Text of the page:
Despite its South China Sea exoticism, "Survivor" was not so foreign after all.
The TV show was not about life, where we genuinely need to concern ourselves with getting along and caring for others.
"Survivor" was about our collective lives at the office, where we competitively jockey for position, try not to get passed over or killed off, make the crucial alliance, aim for the big payday and try to look as if we're above it all -- that there's more to life than money and that our lives away from work are somehow more important and interesting.
The sad truth is that, for many, there is no life more exciting than at the office. Often, in today's super-connected economy, there is no life but work, which is why there is so much awkward and coerced socializing going on at the office. Given today's workplaces, it was oddly bracing to be reminded of the upside potential of an asocial work ethic in Richard Hatch's unexpected victory.
One may insist that there are more noble work virtues than getting paid -- a sense of mission, accomplishment, teamwork, pride, service or duty. But to focus too much on those values is to risk not winning. As a mugger might demand, "Your money or your satisfaction! You choose one, you lose the other."
Richard clearly demonstrated that leadership and winning in a business environment are not popularity contests and require intense focus and task-orientation. Richard never claimed to want to get along with anyone, just to play the game well.
Richard chose to play to win. And in losing 134 pounds as well between the time of his initial selection and the end of the show, and in winning $1 million, he confirmed to our horror that it may be true that you can't be too rich or too thin.
"Survivor" exposed the survival-of-the-fittest qualities of today's marketplace, where there is a relentless emphasis not only on getting paid -- and the more the faster, the better -- but on creating "Me Inc."
In the work force, according to "Survivor," it is no longer enough to work hard and get ahead. It seems loyalty is for losers. Workers today expect multiple job changes and multiple career changes over a lifetime and, therefore, must shape one's individual, employable brand identity to differentiate oneself in the marketplace.
The irony of today's world of work is that, though you must never rest in marketing yourself as "Brand You," it is unseemly to appear to be doing so. Similarly, we saw participants on "Survivor" strategizing for individual advantage and identity without trying to seem too obvious about it. There is no payoff for collectivity, at least in many workplaces.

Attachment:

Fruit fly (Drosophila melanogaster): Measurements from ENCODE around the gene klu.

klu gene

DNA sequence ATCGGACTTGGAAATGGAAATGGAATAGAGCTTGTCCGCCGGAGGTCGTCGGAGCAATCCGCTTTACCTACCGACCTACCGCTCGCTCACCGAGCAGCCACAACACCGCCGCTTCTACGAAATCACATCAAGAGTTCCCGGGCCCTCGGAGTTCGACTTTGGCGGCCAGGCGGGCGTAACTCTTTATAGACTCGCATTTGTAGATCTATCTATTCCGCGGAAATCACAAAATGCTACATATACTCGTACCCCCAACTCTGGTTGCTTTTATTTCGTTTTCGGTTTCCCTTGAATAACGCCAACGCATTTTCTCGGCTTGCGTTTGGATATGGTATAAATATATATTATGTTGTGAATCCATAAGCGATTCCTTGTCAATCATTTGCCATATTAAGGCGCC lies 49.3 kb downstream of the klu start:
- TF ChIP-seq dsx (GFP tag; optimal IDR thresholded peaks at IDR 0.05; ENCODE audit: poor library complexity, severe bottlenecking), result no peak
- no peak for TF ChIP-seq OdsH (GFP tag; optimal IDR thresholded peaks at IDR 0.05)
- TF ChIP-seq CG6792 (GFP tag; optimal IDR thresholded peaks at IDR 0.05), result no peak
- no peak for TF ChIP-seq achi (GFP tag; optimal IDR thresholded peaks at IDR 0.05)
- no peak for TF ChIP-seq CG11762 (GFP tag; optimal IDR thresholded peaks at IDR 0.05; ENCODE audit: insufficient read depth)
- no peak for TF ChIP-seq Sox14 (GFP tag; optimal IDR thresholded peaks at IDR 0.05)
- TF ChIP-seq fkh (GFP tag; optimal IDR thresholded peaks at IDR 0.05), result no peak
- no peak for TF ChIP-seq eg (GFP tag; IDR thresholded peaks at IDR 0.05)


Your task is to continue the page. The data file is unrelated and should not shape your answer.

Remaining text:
This perpetual jockeying for position can be difficult for women, who generally prefer management by consensus. To avoid the interpersonal strains of competing alliances, women can appear disaffected by and distant from office politics while still trying to break through the glass ceiling. Women's ambition may be better hidden than men's because it is still relatively new to the workplace. Women struggle not to disconnect from colleagues, especially other women, and not to seem too much like men.
When Sue blasted Kelly in the finale ("may the snake eat the rat ..."), her sore-loser sour grapes were particularly shocking coming from a woman. Women's competitiveness and vengefulness is generally well concealed at work.
Finally, it is somehow no surprise that the four final survivors were all white, two men and two women, and that the winner was a white male corporate trainer. Richard understood the mechanisms of corporate climbing, which combined with his gender and racial privilege to help him emerge victorious, despite his being nearly universally disliked.
Issues of sexism, racism, ageism and homophobia are exceedingly difficult to manage in the workplace without explicit civility policies. Though Richard is gay, "Survivor" offered a glimpse at how easily traditional race and gender structures of the work environment are reproduced. Though we must not abandon our aspirations for equality, managing diversity remains a challenge on the job, especially on a remote island.
If "Survivor" caught on because it captured the frenetic pursuit of riches in today's workplace, "Survivor 2," where participants will have had a chance to learn from the successes and failures of the first season, will offer even more sophisticated and ruthless strategies for getting paid as we move further into the 21st century.
Indeed, "Survivor 2" will likely see the mugger's demand become mutated further into: "Your money or you're nice!" Picking one, you'll surely lose the other.
Daniel L. Buccino is a Baltimore psychotherapist and organizational consultant.